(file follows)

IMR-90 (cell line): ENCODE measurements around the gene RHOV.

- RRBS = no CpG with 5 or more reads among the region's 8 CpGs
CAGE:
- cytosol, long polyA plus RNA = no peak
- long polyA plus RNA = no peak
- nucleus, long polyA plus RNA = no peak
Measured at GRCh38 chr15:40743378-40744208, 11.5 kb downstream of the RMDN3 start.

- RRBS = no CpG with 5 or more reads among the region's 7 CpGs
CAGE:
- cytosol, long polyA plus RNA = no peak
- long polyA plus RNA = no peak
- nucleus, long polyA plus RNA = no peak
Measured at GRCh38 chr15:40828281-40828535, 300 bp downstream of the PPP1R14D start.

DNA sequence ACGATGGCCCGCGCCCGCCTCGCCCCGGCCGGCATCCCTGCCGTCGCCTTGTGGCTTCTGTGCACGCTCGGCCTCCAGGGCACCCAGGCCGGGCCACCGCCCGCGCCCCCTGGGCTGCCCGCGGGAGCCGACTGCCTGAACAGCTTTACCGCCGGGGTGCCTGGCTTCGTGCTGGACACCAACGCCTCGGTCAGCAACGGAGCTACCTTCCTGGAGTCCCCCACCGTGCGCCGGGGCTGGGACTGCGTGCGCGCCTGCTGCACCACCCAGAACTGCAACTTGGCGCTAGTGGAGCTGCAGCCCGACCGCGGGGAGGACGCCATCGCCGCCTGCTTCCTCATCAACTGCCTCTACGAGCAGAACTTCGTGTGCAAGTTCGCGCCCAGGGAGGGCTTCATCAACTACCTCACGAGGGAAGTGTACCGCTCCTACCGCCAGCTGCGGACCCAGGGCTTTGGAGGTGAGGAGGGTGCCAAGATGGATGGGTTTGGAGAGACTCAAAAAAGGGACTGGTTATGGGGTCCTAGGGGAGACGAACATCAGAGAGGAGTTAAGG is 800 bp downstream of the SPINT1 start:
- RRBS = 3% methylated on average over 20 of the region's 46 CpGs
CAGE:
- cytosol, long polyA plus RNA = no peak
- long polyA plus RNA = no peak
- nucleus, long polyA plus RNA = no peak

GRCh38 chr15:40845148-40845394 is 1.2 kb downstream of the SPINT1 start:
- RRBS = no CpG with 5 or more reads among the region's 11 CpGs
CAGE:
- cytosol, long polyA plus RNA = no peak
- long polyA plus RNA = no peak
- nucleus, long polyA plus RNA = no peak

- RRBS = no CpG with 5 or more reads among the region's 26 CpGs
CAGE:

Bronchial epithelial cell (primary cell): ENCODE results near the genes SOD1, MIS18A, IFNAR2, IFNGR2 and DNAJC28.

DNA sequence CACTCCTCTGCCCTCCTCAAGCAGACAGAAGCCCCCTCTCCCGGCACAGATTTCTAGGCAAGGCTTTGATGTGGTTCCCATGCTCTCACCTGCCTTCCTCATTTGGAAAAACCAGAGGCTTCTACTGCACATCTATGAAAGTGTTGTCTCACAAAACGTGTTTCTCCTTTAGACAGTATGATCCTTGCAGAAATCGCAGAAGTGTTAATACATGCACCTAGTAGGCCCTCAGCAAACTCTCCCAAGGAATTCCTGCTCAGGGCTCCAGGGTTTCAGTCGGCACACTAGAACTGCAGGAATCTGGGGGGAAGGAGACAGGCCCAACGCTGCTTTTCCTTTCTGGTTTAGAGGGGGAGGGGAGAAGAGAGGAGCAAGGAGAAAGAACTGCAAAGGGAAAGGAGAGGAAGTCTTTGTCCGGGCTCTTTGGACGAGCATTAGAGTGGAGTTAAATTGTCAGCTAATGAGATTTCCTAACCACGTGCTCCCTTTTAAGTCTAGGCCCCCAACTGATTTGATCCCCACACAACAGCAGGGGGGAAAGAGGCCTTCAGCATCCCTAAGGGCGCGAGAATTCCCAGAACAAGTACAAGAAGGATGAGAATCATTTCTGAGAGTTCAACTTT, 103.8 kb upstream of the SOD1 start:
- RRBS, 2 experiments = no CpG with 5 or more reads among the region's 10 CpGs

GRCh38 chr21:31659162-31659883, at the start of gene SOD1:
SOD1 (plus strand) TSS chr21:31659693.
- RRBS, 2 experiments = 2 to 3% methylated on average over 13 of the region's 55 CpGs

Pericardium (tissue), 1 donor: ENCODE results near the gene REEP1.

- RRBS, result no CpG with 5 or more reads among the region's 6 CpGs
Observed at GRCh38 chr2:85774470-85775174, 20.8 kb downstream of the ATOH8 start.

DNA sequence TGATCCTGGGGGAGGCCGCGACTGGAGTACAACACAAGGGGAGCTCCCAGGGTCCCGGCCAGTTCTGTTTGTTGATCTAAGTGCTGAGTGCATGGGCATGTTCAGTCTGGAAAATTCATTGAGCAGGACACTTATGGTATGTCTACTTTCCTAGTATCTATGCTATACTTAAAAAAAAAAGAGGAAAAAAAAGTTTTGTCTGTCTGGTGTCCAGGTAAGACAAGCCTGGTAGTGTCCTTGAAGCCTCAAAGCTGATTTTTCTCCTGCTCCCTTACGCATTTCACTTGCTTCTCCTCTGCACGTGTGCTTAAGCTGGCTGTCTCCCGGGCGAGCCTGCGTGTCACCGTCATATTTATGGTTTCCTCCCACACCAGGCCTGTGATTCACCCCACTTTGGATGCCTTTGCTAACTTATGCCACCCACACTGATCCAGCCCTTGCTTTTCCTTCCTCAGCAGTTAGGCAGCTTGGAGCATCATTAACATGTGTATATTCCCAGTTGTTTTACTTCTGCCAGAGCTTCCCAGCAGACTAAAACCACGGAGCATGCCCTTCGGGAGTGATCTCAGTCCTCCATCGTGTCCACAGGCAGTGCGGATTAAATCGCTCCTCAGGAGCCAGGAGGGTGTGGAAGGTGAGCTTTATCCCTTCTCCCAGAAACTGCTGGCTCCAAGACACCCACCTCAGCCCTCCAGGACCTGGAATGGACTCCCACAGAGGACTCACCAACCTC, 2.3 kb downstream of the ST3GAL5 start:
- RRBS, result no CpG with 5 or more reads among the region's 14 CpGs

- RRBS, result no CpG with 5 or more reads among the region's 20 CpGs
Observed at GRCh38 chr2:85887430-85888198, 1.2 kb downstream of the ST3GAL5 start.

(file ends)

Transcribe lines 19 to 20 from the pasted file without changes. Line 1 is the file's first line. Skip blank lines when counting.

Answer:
- nucleus, long polyA plus RNA = no peak

GRCh38 chr15:40845148-40845394 is 1.2 kb downstream of the SPINT1 start: